Privacy is about Context

I admit to being one to say that privacy is dead. At a presentation I gave to lawyers on social networking a few weeks ago, the first thing I said is that there is no such thing as privacy…in the context of the Internet. With Facebook’s recent changes to its policies, people are claiming (again) that privacy is dead. Robert Scoble says we’re an inch closer now, thanks to Facebook, and many seem to agree.

At this point, privacy has become one of those polarizing topics. You are either on the side of it existing and thus demand more controls from companies or through federal regulation, or you are on the side that it’s dead so people should shut up and move on already.

I think there is a middle ground, called Context.

To say privacy is completely dead, that it is an illusion, leads me to think that identity fraud must also be an illusion. If privacy is dead, then every snippet of information about me, from my third grade teacher to my calculus grade in undergrad to my complete medical history is available to the public. My credit card information, anything I have purchased in the last three days, three months or three years. Where I’ve lived. Who my car insurance provider is, who my health care insurance provider is, whether or not I have been to the dentist, last time I got gas and where and anything else that can be tracked is publicly available, if privacy is dead.

If privacy exists, then none of that information is available.

Clearly, neither side is completely correct. Companies like Facebook, it can be argued, are forcing us closer to non-existent privacy, but that, too, leaves out context. We forget, in this world of over sharing, there is still some information that is private, by law or because we choose not to share it.

Medical histories, prescription drugs, genetic predispositions…they are still private because the context of that information keeps it that way. Now, that context may change. There’s an article in the Chicago Tribune today about therapsits Facebooking or Googling patients, and vise versa. But for now, the context remains the same.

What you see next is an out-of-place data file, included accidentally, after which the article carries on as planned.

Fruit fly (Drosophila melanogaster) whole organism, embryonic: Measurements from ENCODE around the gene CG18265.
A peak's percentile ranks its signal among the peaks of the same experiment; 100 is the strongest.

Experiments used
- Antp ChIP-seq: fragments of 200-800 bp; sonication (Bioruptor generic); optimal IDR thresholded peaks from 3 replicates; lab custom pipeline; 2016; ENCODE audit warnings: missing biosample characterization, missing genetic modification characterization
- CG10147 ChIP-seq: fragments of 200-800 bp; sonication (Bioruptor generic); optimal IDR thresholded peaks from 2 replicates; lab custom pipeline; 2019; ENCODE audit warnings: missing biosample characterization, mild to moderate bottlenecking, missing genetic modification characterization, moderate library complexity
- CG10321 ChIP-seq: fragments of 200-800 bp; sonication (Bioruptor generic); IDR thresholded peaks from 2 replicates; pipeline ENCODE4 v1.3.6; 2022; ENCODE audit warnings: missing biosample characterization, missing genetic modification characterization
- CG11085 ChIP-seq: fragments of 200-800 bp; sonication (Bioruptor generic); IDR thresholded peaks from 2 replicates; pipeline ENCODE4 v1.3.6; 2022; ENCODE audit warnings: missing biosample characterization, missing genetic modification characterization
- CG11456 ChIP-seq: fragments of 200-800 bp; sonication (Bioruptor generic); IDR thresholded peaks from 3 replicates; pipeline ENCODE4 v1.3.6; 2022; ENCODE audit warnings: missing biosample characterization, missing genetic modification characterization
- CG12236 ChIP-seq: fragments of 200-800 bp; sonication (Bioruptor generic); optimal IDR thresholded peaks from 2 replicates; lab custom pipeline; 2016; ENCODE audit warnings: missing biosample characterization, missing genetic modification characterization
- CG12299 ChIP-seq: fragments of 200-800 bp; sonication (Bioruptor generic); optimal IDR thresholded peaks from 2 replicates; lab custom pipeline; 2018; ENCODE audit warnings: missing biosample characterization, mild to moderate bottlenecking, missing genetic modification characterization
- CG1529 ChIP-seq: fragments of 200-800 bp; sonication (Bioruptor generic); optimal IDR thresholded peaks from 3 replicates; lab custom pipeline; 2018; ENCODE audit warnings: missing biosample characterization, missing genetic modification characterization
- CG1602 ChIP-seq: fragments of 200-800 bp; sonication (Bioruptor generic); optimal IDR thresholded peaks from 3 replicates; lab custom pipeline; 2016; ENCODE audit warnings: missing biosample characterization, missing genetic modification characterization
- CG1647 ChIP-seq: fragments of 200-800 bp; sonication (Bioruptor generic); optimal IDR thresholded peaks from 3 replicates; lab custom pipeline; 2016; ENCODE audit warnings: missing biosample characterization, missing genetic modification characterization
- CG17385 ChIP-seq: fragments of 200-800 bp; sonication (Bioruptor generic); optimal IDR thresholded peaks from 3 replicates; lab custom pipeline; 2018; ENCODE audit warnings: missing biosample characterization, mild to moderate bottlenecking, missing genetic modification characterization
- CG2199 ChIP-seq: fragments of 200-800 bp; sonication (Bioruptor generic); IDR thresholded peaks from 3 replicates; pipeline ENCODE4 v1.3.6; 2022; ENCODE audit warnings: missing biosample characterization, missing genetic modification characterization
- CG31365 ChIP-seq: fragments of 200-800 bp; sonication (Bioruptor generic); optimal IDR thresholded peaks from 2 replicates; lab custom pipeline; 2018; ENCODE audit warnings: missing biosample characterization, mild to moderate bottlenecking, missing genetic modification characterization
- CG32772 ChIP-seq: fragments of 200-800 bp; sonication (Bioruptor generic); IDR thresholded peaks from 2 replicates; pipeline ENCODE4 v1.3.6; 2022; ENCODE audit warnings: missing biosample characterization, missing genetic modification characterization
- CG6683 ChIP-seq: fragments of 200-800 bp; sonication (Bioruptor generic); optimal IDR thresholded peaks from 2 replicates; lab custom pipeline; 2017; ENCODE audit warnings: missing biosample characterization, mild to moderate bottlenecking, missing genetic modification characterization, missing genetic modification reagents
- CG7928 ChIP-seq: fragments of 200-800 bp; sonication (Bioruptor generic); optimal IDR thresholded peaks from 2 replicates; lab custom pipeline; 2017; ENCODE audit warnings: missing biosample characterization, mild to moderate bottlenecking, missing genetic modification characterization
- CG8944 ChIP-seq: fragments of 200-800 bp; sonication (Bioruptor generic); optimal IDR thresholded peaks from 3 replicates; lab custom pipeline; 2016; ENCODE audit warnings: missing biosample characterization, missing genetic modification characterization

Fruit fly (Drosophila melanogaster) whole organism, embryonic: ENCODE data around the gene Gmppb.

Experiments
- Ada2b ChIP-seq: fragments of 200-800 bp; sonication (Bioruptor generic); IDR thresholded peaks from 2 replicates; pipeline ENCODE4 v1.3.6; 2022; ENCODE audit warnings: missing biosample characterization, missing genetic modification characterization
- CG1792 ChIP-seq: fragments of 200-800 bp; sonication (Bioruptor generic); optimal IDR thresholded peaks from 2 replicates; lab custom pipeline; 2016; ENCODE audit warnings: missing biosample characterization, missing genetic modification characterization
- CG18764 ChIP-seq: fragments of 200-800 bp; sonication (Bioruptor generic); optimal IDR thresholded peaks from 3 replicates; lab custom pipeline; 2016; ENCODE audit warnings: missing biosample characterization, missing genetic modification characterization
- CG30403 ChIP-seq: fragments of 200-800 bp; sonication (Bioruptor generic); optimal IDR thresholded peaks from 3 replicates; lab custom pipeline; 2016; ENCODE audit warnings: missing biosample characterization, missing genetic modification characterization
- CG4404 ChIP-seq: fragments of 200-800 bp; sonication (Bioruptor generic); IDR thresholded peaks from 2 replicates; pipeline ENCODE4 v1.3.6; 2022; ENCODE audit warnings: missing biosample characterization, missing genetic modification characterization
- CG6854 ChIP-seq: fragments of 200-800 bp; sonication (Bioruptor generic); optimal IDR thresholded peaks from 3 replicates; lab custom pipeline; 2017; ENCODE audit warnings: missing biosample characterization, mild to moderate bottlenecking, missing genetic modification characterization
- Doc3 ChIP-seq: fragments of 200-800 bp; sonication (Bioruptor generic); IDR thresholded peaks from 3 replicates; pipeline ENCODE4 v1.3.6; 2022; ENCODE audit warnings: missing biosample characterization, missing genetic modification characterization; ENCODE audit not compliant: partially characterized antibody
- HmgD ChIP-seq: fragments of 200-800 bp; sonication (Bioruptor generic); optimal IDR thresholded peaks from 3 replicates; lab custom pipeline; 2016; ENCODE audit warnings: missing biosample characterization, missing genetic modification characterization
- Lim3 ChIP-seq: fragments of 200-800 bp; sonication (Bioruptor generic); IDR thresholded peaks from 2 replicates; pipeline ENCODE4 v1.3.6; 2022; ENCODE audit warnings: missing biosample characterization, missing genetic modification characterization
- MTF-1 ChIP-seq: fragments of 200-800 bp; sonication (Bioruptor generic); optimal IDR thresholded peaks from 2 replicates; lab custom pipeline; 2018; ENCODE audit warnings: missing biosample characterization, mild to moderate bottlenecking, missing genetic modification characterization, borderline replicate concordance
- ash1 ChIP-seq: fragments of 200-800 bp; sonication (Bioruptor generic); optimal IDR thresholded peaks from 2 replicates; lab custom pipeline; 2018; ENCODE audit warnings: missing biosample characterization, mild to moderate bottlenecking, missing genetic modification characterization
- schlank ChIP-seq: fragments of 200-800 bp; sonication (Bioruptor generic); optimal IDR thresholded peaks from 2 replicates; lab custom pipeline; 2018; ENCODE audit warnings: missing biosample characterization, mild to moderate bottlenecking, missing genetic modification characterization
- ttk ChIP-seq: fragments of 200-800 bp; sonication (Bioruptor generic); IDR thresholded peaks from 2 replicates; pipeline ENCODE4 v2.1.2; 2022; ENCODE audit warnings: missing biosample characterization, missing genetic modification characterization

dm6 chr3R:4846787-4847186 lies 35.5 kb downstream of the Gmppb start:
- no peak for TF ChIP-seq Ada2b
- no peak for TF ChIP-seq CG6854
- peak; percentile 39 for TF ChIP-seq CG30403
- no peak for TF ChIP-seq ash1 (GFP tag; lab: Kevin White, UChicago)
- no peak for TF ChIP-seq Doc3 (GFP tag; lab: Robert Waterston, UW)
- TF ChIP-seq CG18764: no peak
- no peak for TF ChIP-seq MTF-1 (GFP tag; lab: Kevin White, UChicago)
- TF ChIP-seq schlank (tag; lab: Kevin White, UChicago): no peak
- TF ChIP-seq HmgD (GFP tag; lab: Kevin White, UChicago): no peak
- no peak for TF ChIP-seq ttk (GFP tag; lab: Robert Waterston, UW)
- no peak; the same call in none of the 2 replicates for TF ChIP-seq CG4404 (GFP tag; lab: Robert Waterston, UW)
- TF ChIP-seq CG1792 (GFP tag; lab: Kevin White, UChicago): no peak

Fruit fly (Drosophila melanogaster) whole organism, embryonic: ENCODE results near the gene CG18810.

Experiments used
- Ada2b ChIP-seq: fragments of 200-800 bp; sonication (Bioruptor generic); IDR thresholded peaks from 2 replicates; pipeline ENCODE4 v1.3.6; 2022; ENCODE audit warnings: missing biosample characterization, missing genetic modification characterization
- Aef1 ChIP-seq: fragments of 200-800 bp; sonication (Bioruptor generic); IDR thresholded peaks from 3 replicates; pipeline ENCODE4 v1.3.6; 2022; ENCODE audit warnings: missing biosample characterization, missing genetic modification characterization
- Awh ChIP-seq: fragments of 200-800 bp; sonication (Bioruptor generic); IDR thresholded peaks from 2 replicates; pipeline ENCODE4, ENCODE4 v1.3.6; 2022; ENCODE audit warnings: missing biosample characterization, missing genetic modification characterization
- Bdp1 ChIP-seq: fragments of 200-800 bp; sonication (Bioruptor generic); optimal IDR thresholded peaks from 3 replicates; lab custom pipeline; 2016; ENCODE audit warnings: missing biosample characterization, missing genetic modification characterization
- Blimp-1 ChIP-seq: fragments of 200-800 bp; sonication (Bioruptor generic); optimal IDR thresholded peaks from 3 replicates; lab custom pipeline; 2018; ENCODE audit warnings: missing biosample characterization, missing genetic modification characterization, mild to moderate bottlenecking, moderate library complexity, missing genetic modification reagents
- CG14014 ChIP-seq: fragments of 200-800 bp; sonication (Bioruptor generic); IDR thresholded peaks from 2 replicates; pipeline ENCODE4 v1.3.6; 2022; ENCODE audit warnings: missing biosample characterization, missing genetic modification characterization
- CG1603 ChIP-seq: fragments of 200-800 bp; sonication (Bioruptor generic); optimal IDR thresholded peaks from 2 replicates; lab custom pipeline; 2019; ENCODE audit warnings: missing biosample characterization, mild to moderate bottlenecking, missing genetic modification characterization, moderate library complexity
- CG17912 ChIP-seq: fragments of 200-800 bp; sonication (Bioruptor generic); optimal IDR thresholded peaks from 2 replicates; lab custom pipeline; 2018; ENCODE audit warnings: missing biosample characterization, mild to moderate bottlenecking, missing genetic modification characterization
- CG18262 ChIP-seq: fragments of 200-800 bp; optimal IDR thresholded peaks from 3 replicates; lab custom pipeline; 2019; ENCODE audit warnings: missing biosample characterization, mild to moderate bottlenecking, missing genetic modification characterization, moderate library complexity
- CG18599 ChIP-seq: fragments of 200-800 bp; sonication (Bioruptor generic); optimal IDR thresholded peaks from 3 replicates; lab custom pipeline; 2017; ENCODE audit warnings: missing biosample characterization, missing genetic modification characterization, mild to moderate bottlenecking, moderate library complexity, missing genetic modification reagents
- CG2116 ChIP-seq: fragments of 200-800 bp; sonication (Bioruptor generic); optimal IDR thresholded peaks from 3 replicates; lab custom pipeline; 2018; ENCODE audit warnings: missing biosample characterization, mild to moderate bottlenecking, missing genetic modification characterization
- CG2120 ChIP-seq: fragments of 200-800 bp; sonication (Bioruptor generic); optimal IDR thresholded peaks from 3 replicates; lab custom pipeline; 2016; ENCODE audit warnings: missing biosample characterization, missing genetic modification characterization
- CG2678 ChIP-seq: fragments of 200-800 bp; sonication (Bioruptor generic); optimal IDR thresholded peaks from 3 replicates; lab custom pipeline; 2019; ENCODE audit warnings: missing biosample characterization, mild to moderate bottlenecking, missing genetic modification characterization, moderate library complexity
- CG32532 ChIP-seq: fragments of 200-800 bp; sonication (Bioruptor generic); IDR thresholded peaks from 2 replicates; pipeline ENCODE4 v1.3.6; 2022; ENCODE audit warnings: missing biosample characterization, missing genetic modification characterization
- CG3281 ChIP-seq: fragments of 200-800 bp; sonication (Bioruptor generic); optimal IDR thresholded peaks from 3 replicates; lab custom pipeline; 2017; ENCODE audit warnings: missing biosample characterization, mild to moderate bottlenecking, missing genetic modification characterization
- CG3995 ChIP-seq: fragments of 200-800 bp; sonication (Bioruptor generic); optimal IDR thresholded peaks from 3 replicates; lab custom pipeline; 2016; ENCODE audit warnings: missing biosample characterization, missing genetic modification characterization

So as the arguments over privacy continue to rage, take a minute to think about context. Under what context is information considered private? And should it remain that way, or is the context changing for whatever reason? I imagine there are people who wouldn’t mind having their complete medical history public, but then you have to think about the social implications of such an action. Whether or not we admit it, we make judgments about people. Knowing your medical history may provide the wrong impression because assumptions are made.

Just take a minute and consider the context. Privacy doesn’t have to be an all-or-nothing issue. We are clearly better served in a context where our information is useful and beneficial when publicly available, but in another context, we may be irreparably harmed. Companies like Facebook and Google are forcing us to look at privacy in context, and we would be wise to oblige.

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